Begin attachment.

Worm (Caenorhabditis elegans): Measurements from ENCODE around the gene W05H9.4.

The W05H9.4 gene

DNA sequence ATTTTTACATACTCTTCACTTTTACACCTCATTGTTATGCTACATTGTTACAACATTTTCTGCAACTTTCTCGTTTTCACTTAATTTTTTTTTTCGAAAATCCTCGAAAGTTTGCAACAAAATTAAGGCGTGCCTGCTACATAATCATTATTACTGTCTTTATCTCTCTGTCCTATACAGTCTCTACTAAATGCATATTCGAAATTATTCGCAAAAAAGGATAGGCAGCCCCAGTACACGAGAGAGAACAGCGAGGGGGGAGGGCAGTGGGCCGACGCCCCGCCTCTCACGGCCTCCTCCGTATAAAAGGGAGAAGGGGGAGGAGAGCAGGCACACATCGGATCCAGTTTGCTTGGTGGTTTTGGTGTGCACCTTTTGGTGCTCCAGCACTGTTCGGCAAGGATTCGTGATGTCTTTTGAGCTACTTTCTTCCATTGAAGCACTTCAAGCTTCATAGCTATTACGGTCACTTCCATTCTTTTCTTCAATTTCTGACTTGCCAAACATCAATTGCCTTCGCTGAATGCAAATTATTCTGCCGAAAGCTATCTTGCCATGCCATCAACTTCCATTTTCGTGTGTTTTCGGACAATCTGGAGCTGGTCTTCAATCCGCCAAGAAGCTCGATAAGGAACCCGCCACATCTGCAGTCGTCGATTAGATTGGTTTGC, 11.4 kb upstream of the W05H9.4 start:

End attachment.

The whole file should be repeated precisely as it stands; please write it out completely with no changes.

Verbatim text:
Worm (Caenorhabditis elegans): Measurements from ENCODE around the gene W05H9.4.

The W05H9.4 gene

DNA sequence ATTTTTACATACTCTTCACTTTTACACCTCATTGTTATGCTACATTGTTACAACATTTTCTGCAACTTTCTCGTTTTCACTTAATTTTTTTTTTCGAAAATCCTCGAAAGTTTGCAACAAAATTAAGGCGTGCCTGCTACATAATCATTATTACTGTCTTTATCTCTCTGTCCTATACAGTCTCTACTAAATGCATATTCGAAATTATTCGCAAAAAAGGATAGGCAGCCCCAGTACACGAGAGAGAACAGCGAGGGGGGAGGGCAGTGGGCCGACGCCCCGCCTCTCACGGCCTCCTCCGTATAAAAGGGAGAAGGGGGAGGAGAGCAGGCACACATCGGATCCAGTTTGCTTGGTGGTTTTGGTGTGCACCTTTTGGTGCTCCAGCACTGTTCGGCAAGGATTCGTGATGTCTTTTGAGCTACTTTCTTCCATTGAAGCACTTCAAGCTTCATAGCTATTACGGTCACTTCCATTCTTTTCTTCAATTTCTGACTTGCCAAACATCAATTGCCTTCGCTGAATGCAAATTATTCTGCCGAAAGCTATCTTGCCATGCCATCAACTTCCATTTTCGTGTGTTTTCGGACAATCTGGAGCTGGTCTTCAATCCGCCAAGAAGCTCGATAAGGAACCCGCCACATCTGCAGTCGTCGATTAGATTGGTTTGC, 11.4 kb upstream of the W05H9.4 start: